When APRNs do pursue education at the PhD level, they often graduate only to face the reality of the tenure process in research-driven educational institutions. Emphasis on the role of faculty in conducting research and generating research-related revenue limits the availability of PhD-prepared APRN faculty to participate in direct clinical supervision of APRN students. One result is that the primary responsibility for APRN clinical education falls to faculty not eligible for tenure [18] and whose salaries are typically lower than those available for APRNs in clinical practice [19]. Educational institutions without established faculty practice plans face additional barriers for supporting and retaining faculty who need to practice to maintain certification and licensure, in addition to teaching and meeting tenure criteria.

As many schools of nursing transition to the Doctorate of Nursing Practice (DNP), existing advanced practitioner faculty without a doctorate may find that they are underqualified [20]. Institutional requirements for supervisory committees of doctoral students may require faculty to hold equivalent doctorates, and supervision of DNP students may increase faculty workloads. PhD-prepared nursing faculty may lack the advanced practice qualifications to teach specialty content in APRN programs. Smaller educational institutions may not have the institutional structures or additional faculty necessary to support the development of DNP programs [21]. While the development of DNP preparation and practice offers much promise for preparing the future workforce, the transition process may temporarily exacerbate the shortage of available clinical faculty and result in decreased numbers of APRN graduates. It is too soon to tell whether these transitional challenges will affect the quality of APRN clinical education. The net result may be additional reductions in the available supply of APRNs at precisely the time when they are most needed to address the challenges of healthcare reform in the US [21].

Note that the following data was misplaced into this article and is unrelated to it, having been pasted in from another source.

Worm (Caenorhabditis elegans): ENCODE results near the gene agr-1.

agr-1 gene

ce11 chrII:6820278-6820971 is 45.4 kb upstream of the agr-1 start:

The number of annual graduates from APRN programs has fallen from a peak in 1998 [17]. This decline is multifaceted, relating to a variety of barriers facing nurses who might otherwise pursue graduate education. Admission to APRN educational programs can be difficult. As many as 17% of graduate nursing programs are highly selective, and there are insufficient openings for qualified applicants [22]. Program costs present challenges to potential applicants whose educational plans are altered by the recent economic downturn in the US as well as by declines in available employer tuition-reimbursement programs; in 2009, 15% of masters of nursing programs cited affordability as a commonly stated reason for students not enrolling [22]. Program location can be a deterrent to nurses who are place bound by responsibilities to support family and provide income. Although the need for more APRNs in rural communities is critical, APRN programs are less accessible to nurses in rural areas, where there are fewer nurses, and nurses must contend with lower salaries and longer commutes [23]. In some areas, there are vacancies in some nursing programs, while others may turn away qualified applicants. Additionally, there are significant shortages of Hispanic, Native American, and men in nursing and in APRN programs. White, non-Hispanic women make up over 83% of APRN nurses [11]. The result is a professional nursing community that does not reflect the diversity of the US population [24].